At a time the state government busy conducting the International Buddhism conference in Udayagiri, a famous spot in Ganjam district is lying neglected.
The Asokan rock edict at Jaugada near Purushottampur, around 35 km from here, which dates back to 260 BC, has the emperor's directive to Mauryan officers inscribed on it, including the famous declaration "all men are my children".
|Photograph of the hillside with|
the rock-cut Asoka inscriptions at Jaugada, Ganjam District,
taken by Joseph David Beglar in 1874-76.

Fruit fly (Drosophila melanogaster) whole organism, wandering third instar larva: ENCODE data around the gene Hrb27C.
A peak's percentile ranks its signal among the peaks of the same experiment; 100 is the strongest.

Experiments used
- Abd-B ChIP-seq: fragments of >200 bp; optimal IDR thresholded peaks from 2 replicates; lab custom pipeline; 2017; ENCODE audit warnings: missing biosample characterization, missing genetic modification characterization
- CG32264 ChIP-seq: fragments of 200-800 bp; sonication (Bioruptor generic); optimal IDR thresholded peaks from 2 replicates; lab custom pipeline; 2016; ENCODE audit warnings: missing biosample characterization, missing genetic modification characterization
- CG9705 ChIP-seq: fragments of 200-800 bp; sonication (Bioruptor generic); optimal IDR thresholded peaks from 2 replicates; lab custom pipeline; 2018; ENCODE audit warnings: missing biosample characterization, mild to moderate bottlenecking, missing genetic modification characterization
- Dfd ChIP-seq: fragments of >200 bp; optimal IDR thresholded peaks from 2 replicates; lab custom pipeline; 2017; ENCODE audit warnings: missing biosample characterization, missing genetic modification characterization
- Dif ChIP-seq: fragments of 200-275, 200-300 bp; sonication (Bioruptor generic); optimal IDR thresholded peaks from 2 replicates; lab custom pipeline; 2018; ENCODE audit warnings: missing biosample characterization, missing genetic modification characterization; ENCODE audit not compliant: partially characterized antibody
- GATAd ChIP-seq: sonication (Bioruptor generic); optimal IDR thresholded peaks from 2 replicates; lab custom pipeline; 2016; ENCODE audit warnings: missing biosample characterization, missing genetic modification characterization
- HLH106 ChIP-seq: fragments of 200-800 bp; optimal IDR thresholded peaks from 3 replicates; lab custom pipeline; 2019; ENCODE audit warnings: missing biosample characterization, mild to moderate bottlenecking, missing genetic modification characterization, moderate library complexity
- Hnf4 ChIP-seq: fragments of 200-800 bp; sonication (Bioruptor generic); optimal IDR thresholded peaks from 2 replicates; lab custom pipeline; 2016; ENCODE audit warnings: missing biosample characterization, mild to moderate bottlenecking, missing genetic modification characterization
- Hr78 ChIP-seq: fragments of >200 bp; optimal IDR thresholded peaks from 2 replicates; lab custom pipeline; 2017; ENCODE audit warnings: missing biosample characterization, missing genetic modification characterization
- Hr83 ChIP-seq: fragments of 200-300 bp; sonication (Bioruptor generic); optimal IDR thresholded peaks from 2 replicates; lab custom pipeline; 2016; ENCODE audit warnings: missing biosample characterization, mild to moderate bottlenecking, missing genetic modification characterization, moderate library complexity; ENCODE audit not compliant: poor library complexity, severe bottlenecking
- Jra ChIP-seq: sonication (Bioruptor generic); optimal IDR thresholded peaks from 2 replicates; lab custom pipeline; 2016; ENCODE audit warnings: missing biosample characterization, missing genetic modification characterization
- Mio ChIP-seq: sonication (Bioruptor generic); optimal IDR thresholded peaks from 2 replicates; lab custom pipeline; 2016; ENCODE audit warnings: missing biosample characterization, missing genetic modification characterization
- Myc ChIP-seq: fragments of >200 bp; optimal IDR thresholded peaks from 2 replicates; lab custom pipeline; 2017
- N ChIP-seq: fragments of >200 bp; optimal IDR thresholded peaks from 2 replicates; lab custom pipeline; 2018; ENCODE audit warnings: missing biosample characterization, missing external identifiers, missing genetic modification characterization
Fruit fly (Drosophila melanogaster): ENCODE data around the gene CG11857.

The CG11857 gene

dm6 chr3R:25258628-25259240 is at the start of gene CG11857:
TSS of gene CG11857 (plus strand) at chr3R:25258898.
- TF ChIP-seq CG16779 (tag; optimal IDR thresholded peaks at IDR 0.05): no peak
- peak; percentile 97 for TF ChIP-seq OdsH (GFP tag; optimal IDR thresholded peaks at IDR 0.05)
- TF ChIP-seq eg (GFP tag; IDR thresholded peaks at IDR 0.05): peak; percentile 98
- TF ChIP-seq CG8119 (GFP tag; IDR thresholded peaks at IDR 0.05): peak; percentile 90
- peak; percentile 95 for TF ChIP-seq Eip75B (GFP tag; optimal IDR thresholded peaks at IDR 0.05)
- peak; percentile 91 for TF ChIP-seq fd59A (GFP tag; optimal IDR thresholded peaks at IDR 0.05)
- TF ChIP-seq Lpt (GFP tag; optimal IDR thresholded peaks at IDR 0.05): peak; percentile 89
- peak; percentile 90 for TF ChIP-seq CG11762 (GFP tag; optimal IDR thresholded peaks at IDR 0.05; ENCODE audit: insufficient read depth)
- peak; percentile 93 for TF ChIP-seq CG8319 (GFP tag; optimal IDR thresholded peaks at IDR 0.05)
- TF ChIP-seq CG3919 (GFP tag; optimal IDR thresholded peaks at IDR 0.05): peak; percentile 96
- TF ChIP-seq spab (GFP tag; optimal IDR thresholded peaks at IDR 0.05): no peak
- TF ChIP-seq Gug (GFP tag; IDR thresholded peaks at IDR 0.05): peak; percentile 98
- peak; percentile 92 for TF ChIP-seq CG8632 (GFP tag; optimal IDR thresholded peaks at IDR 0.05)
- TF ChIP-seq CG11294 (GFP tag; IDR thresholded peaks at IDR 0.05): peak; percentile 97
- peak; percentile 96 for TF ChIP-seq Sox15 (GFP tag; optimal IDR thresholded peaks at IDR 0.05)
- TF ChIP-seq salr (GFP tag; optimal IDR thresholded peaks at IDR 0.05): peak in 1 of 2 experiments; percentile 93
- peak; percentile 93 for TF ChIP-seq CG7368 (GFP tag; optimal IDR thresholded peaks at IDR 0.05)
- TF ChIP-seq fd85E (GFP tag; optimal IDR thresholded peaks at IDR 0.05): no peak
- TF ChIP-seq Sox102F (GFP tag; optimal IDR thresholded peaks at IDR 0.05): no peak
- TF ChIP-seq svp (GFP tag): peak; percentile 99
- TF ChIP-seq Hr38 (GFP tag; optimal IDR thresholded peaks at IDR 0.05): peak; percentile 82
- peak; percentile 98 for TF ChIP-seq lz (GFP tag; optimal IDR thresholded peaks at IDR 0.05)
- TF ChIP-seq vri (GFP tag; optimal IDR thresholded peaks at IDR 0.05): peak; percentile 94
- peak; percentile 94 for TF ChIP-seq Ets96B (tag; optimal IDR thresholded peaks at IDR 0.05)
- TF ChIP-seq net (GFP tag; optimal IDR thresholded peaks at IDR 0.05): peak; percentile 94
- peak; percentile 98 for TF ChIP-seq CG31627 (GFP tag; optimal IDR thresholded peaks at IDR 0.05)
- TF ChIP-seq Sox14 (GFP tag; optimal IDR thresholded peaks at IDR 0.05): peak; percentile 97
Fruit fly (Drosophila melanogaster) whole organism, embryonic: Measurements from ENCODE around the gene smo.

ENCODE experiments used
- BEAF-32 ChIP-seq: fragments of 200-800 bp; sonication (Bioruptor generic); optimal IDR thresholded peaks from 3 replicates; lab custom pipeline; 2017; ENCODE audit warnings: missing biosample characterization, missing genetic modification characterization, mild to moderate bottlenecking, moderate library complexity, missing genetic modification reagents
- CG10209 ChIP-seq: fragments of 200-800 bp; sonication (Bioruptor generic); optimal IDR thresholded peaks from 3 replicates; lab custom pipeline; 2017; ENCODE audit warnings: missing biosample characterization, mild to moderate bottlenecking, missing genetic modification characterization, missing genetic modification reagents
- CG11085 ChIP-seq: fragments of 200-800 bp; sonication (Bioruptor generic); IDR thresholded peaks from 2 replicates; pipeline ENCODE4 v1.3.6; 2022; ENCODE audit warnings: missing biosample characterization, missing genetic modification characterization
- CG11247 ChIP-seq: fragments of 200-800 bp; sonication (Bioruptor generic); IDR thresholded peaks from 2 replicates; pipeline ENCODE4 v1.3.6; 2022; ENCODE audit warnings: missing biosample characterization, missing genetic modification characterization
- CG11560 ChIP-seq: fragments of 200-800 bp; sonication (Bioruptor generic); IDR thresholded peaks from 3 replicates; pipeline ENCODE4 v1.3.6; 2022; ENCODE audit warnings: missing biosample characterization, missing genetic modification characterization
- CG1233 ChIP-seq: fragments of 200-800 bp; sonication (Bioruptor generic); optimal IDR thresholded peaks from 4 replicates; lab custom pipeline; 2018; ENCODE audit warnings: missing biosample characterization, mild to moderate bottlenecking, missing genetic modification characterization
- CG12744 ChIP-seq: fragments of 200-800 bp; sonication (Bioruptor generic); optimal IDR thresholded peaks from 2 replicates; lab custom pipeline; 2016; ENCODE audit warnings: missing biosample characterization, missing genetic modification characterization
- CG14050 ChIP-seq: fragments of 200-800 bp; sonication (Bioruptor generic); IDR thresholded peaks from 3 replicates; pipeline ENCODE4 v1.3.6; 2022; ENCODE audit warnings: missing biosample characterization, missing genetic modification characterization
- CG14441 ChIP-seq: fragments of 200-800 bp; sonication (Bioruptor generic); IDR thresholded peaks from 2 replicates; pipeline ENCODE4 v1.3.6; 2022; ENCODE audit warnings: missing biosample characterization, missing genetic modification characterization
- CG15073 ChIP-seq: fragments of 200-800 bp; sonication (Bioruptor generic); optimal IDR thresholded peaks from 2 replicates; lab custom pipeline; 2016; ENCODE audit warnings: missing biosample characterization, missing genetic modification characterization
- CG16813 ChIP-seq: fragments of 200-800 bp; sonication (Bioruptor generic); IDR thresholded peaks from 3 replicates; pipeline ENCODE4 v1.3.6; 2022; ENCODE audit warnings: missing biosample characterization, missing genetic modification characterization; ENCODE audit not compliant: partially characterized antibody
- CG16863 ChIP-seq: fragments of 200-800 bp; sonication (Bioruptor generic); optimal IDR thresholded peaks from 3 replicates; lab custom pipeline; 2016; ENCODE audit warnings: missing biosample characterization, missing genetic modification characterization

The rock edicts also contain the famous Asokan doctrine that "conquest through love is greater than conquest by sword". The inscription is in Prakrit and the script is written in Bramhi, historians said. The inscription is engraved on three different tables on the vertical face of a rock in an old fort, near the bank of river Rushikulya.
"Though it is an important monument from the historical perspective, the spot is in a very sorry state because of lack of attention of the authorities. The alphabets are almost defaced and nearing oblivion," said Shishir Kumar Panda, a retired history professor of Berhampur University. He added that while some portions have been disfigured, other things have been smuggled out. Source: ToI